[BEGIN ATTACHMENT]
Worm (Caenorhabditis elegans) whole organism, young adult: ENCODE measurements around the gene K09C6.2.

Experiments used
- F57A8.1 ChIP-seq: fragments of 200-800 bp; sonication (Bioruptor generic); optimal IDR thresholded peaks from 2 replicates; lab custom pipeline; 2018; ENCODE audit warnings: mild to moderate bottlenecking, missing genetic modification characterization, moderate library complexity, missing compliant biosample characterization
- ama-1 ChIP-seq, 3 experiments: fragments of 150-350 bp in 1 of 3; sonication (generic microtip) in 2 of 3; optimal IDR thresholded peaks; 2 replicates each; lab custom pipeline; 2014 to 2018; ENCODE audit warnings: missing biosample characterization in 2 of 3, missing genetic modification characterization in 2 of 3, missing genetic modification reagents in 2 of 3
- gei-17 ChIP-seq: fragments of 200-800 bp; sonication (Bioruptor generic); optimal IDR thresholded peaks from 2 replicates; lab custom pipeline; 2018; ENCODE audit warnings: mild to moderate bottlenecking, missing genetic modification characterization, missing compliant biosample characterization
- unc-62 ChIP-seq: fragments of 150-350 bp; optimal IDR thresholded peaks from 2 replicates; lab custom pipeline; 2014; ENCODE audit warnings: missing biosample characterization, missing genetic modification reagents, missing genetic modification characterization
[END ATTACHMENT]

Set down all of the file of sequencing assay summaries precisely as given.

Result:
Worm (Caenorhabditis elegans) whole organism, young adult: ENCODE measurements around the gene K09C6.2.

Experiments used
- F57A8.1 ChIP-seq: fragments of 200-800 bp; sonication (Bioruptor generic); optimal IDR thresholded peaks from 2 replicates; lab custom pipeline; 2018; ENCODE audit warnings: mild to moderate bottlenecking, missing genetic modification characterization, moderate library complexity, missing compliant biosample characterization
- ama-1 ChIP-seq, 3 experiments: fragments of 150-350 bp in 1 of 3; sonication (generic microtip) in 2 of 3; optimal IDR thresholded peaks; 2 replicates each; lab custom pipeline; 2014 to 2018; ENCODE audit warnings: missing biosample characterization in 2 of 3, missing genetic modification characterization in 2 of 3, missing genetic modification reagents in 2 of 3
- gei-17 ChIP-seq: fragments of 200-800 bp; sonication (Bioruptor generic); optimal IDR thresholded peaks from 2 replicates; lab custom pipeline; 2018; ENCODE audit warnings: mild to moderate bottlenecking, missing genetic modification characterization, missing compliant biosample characterization
- unc-62 ChIP-seq: fragments of 150-350 bp; optimal IDR thresholded peaks from 2 replicates; lab custom pipeline; 2014; ENCODE audit warnings: missing biosample characterization, missing genetic modification reagents, missing genetic modification characterization